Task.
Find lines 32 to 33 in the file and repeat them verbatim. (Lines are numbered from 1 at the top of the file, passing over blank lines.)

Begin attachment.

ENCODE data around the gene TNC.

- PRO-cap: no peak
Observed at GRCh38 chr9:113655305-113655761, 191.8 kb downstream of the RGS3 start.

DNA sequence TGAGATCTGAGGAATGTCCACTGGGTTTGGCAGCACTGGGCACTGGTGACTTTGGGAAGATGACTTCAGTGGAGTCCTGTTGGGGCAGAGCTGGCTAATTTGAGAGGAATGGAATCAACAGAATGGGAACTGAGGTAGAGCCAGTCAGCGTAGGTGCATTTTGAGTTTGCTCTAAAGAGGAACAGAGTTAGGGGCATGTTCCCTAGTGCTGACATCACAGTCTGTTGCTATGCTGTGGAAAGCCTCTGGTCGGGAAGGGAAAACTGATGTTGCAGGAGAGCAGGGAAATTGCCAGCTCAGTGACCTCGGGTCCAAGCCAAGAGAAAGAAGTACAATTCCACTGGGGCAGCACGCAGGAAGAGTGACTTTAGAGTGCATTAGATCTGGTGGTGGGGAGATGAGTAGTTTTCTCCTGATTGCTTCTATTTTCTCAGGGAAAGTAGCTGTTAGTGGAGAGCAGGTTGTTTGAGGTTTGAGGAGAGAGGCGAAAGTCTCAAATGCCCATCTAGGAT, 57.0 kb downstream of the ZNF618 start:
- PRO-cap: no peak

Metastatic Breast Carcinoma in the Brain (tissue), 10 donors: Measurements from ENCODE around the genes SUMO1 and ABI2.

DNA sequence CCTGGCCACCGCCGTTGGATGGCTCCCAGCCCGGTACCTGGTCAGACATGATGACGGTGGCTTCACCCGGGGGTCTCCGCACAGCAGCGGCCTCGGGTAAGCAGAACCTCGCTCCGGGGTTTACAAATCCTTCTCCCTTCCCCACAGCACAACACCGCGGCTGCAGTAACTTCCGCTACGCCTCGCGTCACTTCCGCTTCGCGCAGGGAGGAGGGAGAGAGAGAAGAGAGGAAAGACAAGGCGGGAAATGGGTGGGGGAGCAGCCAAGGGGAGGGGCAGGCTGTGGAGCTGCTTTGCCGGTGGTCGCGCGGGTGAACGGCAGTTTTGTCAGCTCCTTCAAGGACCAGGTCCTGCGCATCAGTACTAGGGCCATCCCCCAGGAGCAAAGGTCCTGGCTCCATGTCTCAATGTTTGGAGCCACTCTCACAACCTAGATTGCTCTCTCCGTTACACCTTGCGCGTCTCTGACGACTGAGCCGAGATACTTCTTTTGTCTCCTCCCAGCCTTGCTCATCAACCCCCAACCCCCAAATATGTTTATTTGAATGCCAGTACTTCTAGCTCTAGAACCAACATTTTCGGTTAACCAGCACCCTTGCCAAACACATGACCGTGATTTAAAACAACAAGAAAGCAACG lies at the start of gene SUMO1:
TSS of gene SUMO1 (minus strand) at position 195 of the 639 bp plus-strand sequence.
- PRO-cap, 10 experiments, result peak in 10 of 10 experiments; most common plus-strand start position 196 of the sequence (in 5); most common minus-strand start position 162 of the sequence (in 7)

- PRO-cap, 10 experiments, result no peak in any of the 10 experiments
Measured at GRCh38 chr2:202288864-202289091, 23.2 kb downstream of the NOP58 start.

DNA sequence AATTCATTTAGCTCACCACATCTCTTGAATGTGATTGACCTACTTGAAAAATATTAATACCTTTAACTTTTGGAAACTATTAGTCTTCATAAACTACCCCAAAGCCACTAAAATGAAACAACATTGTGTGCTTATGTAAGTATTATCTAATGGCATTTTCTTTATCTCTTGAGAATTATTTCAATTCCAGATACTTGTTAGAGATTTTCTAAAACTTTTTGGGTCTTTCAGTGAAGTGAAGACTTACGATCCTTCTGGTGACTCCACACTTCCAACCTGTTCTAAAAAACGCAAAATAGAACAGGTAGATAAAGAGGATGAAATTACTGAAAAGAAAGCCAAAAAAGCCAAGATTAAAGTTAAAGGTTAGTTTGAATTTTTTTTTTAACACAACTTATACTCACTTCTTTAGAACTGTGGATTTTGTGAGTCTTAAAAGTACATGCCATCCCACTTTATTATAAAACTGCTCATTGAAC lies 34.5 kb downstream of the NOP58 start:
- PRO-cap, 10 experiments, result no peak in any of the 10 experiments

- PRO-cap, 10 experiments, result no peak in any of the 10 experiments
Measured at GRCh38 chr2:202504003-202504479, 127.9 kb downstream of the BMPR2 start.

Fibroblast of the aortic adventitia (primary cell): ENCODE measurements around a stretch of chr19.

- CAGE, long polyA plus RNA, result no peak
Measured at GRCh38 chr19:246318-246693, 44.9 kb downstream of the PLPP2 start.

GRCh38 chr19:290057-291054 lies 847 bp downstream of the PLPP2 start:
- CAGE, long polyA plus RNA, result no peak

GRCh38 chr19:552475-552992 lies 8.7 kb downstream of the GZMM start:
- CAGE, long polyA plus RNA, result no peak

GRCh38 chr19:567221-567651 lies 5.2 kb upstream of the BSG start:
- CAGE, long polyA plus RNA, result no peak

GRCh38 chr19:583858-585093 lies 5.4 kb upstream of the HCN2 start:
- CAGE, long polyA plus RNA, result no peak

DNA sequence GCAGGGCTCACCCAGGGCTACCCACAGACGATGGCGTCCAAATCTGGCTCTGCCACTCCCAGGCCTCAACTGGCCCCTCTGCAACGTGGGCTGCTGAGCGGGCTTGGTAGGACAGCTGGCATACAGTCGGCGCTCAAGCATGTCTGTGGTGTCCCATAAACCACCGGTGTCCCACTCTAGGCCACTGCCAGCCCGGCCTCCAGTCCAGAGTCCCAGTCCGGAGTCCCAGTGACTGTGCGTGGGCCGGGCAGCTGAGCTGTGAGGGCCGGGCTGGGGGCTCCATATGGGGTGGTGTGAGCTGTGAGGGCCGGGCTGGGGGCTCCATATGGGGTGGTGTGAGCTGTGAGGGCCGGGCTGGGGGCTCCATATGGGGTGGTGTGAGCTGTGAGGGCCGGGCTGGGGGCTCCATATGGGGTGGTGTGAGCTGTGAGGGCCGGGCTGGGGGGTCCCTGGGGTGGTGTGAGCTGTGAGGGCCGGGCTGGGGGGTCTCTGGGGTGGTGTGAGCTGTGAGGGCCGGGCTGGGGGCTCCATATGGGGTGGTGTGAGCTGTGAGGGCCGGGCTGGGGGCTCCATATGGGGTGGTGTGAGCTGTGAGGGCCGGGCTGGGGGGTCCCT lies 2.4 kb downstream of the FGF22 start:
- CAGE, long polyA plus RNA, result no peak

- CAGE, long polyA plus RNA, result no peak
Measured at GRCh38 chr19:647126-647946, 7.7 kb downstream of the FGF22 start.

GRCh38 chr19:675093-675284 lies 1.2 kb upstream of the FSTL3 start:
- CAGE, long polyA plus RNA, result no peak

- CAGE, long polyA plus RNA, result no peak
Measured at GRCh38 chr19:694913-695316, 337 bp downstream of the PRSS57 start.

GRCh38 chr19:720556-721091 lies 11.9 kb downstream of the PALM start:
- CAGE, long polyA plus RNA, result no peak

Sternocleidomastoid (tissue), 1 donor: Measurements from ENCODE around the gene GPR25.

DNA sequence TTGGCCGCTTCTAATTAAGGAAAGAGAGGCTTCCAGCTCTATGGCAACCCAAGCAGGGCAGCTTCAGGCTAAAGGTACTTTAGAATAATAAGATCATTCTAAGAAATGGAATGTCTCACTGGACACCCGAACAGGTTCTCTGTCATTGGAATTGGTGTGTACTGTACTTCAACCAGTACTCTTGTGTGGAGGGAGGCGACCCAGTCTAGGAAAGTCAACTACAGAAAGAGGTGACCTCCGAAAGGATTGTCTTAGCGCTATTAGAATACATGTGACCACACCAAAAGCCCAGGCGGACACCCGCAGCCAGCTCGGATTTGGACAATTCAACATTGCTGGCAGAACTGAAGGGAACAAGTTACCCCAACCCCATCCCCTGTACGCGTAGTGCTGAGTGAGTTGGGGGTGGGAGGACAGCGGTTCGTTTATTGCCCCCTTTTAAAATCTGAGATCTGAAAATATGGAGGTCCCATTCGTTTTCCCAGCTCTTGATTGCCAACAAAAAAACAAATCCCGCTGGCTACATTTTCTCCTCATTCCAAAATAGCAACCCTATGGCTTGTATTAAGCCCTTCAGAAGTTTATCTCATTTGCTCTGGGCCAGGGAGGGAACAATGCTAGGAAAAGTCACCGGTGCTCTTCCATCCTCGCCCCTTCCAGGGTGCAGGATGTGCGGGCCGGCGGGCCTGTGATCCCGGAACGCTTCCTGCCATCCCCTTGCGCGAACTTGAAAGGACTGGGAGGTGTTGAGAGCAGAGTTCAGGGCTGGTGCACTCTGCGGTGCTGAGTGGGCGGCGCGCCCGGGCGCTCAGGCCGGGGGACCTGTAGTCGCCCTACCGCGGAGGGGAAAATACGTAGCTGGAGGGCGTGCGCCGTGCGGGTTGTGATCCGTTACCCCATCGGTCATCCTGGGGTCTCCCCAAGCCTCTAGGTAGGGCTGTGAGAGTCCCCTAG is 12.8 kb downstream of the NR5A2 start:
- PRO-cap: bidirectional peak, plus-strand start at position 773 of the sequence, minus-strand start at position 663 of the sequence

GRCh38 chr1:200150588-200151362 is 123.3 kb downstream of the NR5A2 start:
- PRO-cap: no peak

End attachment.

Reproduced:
- CAGE, long polyA plus RNA, result no peak

- CAGE, long polyA plus RNA, result no peak